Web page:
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Morbidity and Mortality Weekly Report

Exposure to Secondhand Smoke among Students Aged 13-15 Years - Worldwide, 2000-2007

PRESS CONTACT: CDC — National Center for Chronic Disease Prevention and Health Promotion
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Unless tobacco consumption and exposure to secondhand smoke are reduced, the global burden of disease attributable to tobacco will continue to increase.  Breathing secondhand smoke (SHS) causes heart disease and lung cancer in adults and sudden infant death syndrome, acute respiratory infections, ear problems, and more frequent and severe asthma attacks in children.  Findings from the Global Youth Tobacco Survey conducted in 137 countries during 2000 to 2007 reveal that half of students aged 13-15 years who have never smoked reported being exposed to secondhand smoke at home (47 percent) or in places other than the home (48 percent).  The analysis also found that students who were exposed to secondhand smoke were more likely to begin smoking.  In 2006, the U.S. Surgeon General found that only eliminating smoking in indoor spaces fully protects nonsmokers from secondhand smoke exposure.

State-Specific Prevalence of Smoke-Free Home Rules - United States, 1992-2003

PRESS CONTACT: CDC—National Center for Chronic Disease Prevention and Health Promotion
(770) 488-5131

Comprehensive tobacco-control measures, including evidence-based interventions to help smokers quit, policies making workplaces and public places smoke-free, and initiatives to educate the public on the health effects of secondhand smoke, are needed to further reduce exposure of nonsmokers to secondhand smoke. Secondhand smoke causes premature death and disease in children and in adults who do not smoke.  The home is the primary source of exposure to secondhand smoke for infants and children and an important source of secondhand exposure for nonsmoking adults.  According to data from the Tobacco Use Supplement to the Current Population Survey (TUS-CPS), nearly three out of four U.S. households do not allow smoking anywhere and any time in the home.  The proportion of U.S. households with smoke-free home rules increased from 43 percent in 1992-1993 to 72 percent in 2003.  Although the proportion of households with smoke-free home rules varied among the states, this proportion increased significantly in every state over this period. Kentucky had the lowest and Utah had the highest proportion of households reporting smoke-free home rules for both reported periods.  The proportion of smoke-free homes increased from 25.7 percent to 53.4 percent in Kentucky and from 69.6 percent to 88.8 percent in Utah.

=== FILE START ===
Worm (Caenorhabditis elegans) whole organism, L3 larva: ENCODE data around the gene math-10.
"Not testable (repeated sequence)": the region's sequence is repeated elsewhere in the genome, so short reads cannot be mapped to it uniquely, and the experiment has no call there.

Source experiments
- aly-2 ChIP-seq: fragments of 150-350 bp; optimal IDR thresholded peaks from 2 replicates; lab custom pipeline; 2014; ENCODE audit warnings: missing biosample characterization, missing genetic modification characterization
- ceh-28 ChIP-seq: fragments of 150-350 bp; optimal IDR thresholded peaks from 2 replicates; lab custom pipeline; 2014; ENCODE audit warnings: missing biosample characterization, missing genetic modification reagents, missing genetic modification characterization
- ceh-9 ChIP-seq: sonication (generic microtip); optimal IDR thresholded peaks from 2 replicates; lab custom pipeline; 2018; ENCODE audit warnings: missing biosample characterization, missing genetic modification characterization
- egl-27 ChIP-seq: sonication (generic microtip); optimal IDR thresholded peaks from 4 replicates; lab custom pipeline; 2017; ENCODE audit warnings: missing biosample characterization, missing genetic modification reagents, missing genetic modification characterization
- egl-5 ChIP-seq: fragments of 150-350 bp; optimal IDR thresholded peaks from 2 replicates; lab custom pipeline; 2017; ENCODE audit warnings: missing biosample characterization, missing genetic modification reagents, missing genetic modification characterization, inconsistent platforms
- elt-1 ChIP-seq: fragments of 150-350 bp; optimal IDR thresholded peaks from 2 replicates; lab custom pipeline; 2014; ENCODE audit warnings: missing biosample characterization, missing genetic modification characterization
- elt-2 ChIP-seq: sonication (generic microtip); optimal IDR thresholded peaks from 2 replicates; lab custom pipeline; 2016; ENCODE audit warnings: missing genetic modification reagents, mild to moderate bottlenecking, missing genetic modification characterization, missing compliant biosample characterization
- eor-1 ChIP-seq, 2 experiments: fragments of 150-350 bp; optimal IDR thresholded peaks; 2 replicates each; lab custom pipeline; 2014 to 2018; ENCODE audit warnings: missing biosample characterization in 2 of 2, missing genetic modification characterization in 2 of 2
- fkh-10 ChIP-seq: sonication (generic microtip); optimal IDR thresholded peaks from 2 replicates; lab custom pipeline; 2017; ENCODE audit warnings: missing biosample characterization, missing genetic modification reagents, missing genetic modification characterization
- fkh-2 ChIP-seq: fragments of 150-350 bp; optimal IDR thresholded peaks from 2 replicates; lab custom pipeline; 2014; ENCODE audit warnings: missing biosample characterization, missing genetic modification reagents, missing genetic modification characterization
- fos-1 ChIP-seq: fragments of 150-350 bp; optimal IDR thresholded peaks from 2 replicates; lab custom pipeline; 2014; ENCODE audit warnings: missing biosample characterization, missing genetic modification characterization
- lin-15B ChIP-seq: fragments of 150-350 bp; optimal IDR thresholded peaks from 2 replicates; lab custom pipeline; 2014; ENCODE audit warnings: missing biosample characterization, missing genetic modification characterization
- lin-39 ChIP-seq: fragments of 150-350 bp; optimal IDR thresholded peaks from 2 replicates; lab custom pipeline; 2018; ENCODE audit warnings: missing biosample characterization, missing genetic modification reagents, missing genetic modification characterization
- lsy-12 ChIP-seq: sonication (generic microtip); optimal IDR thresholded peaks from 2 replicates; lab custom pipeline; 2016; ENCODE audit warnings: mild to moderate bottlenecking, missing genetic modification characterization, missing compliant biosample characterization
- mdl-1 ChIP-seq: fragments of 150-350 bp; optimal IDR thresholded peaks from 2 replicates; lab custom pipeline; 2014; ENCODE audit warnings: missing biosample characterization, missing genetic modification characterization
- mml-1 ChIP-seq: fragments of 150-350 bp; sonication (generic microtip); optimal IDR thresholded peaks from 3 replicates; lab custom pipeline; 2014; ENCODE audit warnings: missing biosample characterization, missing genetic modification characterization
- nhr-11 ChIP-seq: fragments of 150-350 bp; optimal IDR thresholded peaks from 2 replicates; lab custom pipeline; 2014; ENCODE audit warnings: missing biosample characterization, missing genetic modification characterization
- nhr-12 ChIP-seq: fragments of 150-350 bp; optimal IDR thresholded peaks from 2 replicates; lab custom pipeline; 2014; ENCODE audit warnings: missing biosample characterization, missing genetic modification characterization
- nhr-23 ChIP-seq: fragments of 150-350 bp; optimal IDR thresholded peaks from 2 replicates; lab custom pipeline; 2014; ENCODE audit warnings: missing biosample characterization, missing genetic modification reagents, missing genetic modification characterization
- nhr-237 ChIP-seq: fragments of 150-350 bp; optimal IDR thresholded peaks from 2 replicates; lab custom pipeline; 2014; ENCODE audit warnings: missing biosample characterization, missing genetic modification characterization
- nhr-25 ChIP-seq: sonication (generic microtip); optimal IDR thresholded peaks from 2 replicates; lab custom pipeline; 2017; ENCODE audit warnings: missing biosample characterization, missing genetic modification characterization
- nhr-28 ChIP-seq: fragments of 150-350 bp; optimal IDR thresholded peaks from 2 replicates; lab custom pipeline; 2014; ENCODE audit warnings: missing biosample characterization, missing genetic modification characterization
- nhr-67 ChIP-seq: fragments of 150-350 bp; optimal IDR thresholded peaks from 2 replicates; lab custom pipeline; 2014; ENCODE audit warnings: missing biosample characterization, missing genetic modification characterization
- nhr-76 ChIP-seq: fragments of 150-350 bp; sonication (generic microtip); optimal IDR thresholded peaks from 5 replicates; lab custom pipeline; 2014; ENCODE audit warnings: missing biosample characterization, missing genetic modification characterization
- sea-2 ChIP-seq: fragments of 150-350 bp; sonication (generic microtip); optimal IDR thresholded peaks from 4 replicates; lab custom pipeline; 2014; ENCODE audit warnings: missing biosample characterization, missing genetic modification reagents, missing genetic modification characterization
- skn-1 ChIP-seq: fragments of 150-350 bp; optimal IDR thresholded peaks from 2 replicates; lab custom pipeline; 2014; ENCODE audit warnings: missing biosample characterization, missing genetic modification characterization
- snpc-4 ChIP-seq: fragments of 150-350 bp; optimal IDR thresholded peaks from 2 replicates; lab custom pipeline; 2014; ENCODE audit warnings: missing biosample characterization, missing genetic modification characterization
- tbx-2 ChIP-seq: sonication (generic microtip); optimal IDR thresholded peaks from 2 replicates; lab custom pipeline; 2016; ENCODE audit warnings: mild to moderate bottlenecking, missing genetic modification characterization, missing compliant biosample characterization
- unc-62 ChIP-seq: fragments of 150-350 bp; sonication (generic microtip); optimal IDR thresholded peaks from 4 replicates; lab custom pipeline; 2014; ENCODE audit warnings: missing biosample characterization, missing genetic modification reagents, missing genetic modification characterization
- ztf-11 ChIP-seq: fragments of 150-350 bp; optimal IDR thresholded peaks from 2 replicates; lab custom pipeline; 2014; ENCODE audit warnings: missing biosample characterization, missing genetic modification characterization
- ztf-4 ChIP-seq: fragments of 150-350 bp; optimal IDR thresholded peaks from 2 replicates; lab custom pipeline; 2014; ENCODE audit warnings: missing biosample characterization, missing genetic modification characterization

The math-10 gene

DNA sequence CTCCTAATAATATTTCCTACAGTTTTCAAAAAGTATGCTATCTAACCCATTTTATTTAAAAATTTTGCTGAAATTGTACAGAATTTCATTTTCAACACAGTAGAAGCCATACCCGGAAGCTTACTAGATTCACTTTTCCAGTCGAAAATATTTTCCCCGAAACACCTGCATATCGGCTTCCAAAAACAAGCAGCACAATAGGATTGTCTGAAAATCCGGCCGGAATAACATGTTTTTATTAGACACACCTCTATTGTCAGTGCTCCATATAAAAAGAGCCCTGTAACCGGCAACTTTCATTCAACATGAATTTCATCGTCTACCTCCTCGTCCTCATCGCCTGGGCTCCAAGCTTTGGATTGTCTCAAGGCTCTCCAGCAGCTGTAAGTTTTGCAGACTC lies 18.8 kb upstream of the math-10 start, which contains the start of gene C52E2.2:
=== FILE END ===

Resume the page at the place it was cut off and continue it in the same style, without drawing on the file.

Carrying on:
Outpatient Rehabilitation among Stroke Survivors - 21 States and the District of Columbia, 2005

PRESS CONTACT: CDC —National Center for Chronic Disease Prevention and Health Promotion
(770) 488-5131

More effort is needed in improving outpatient rehabilitation among stroke survivors. Increasing access to specialized rehabilitation facilities, improving education of healthcare providers and patients, and addressing environmental factors and supporting policy that encourage patient care are essential in improving the rate of outpatient rehabilitation among stroke survivors.  About a third (30.7 percent) of stroke survivors received outpatient rehabilitation care, according to this study, which analyzes data from 2005 Behavioral Risk Factor Surveillance System, and provides prevalence estimates of stroke survivors that received outpatient stroke rehabilitation in 21 states and the District of Columbia (DC). It also found that black stroke survivors (37.5 percent) were more likely to receive stroke rehabilitation care than whites (28.7 percent) and Hispanics (30.4 percent).  A higher prevalence of outpatient stroke rehabilitation care was also observed among men, unemployed or retired adults, and those living in inner-city metropolitan areas.  The study’s findings show a gap between the actual use of outpatient stroke rehabilitation services and clinical practice guidelines for all stroke patients.

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U.S. DEPARTMENT OF HEALTH AND HUMAN SERVICES

  • Historical Document: May 24, 2007
  • Content source: Office of Enterprise Communication
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